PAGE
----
42. (a) If the contributions did not remain in the Roth IRA for five "tax years" or are taken before age 59½, the distribution is nonqualified". These distributions are considered tax-free return of contributions then taxable earnings.
43. (a) There is no penalty on "premature" distributions from a Roth IRA. - just possible taxation as ordinary income
44. (a) There are no required mandatory distributions from a Roth IRA, and therefore no 50% penalty.
45. (d) To convert a traditional IRA into a Roth, the value of the account being converted is taxed as ordinary income - but there is no premature distribution penalty on such conversions.
46. (d) Any employer may establish a SEP. Employees may not establish a SEP.
47. (c) A Model SEP is the least expensive method to establish a retirement plan. The employer simply fills out a short IRS form and retains a copy for its files.
48. (d) The employer must cover all employees who are 21 or older, earn at least $300 per year and have worked for the employer for any three of the past five years. The employer may make the eligibility requirements less stringent.
49. (c) The only type of tax-advantaged retirement plan that may be set up and funded after the close of the tax year is a SEP.
50. (d) The contribution limit for SEPs is 15% of employee compensation up to a maximum of $30,000 per year.
51. (b) The employer claims a tax deduction for amounts contributed to an employee's SEP-IRA. The employee does not include that amount as taxable income (and therefore does not claim a deduction).
52. (c) Employees do not include any contributions made by an employer to their SEP-IRA as taxable income. That amount is "excluded" from income.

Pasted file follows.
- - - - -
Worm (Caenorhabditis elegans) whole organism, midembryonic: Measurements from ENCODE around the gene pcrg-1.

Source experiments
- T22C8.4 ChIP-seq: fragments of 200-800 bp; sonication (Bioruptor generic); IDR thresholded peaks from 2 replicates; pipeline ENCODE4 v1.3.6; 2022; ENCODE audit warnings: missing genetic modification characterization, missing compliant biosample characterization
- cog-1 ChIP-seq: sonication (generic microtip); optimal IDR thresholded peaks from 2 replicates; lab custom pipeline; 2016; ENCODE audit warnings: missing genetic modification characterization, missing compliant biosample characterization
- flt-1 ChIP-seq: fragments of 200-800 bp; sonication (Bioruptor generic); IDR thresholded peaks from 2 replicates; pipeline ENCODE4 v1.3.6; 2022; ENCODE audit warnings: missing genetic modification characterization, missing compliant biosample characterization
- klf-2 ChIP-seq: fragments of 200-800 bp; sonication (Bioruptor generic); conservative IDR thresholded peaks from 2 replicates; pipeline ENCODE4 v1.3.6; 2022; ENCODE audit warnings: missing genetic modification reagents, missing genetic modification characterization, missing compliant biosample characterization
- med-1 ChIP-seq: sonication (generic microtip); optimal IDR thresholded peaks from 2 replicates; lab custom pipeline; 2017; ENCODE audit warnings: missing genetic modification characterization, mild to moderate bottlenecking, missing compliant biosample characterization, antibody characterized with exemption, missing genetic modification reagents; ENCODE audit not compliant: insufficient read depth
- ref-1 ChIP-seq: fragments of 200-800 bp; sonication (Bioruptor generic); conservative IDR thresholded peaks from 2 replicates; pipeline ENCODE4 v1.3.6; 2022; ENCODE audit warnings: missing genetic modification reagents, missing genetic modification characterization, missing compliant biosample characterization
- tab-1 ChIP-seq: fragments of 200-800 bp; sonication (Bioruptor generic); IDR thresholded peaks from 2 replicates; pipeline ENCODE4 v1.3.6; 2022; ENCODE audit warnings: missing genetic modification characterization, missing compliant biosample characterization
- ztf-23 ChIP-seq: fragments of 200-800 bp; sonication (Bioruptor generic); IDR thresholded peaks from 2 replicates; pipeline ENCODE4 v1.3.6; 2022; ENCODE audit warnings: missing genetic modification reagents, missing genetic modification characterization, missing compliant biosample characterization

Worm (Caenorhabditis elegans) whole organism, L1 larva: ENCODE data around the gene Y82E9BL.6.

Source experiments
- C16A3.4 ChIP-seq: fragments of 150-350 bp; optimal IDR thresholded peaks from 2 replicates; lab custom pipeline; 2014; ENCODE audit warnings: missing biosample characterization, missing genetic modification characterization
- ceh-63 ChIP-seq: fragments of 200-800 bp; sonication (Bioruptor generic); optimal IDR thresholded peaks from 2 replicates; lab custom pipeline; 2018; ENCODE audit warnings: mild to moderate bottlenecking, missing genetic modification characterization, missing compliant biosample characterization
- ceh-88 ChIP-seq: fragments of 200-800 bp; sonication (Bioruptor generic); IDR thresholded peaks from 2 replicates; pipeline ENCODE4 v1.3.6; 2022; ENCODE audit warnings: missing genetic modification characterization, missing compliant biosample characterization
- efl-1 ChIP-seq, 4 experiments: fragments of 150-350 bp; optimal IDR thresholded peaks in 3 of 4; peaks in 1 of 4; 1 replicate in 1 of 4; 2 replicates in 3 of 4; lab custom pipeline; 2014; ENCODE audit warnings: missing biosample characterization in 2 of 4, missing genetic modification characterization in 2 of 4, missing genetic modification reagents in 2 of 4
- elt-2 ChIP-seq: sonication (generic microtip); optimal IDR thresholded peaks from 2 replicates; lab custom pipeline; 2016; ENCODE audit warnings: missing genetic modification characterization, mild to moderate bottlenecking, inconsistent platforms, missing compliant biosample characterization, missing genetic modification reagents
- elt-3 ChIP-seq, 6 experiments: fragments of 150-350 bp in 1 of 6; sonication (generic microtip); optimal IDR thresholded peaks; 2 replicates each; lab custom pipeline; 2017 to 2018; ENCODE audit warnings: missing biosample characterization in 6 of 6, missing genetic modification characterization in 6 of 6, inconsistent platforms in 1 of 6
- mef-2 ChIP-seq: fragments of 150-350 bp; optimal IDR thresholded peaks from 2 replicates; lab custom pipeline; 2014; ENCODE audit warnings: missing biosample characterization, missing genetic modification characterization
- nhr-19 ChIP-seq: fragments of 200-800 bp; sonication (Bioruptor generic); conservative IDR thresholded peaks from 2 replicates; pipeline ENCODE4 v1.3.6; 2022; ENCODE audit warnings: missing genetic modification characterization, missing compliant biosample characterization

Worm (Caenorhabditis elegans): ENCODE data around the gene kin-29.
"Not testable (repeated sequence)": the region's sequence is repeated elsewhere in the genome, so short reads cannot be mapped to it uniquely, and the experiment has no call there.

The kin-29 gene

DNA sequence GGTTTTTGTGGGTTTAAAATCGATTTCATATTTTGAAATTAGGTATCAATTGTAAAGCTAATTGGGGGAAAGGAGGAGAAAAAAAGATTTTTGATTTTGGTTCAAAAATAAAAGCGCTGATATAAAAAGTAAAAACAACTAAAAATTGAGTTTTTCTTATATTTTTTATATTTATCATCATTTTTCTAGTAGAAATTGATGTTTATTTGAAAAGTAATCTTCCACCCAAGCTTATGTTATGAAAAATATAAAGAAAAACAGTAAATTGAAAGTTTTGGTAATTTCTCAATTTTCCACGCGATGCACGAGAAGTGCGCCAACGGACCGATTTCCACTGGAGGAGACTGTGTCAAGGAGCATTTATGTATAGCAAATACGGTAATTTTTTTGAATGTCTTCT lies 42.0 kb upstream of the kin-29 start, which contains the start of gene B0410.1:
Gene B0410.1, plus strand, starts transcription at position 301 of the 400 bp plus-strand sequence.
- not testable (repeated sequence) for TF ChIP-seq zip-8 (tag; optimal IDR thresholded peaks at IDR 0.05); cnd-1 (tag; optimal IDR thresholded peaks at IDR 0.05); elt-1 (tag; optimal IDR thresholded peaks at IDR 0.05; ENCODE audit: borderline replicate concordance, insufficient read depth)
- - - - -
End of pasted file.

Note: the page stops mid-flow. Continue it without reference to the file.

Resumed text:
53. (c) Model SEPs are established when an employer signs Form 5305-SEP. This form is "pre-approved" and is not filed the IRS.
54. (d) Model SEPs require an IRA for each participating employee. These plans may not be integrated with Social Security, nor may they be established if the employer has maintained other qualified plans.
55. (d) Key personnel are any employees who serve as officers, or are also owners of the employer having a 5+% ownership interest; own 1+% of the employer and earn more than $150,000; or own one of the ten largest shares of the employer. Choice III is not an owner, and therefore is not a "key" employee.
56. (c) When qualified plans are top-heavy, they typically require an accelerated vesting schedule, Since contributions to a SEP-IRA are 100% immediately vested, they can't be accelerated. In top- heavy SEP plans, the employer must make a contribution of at least 3% for all non-key employees.
57. (b) Excess employer contributions are subject to a 10% penalty -- payable by the employer.
58. (d) Flat contributions formulas, such as a fixed dollar amount or fixed percentage of compensation are allowed, as are formulas in which the contribution level decreases as income increases. Formulas which have lower contribution levels for lower levels of compensation are discriminatory and therefore prohibited.
59. (c) For a SEP to work properly, each eligible employee must have an IRA to which the employer may contribute. If one doesn't exists, the employer may establish an IRA on the employee's behalf.
60. (c) Self-employed compensation is measured after all relevant business deductions have been made i.e., net income. The tax code requires the self-employed to deduct their contributions to the SEP and one-half of the self-employment tax as part of that calculation.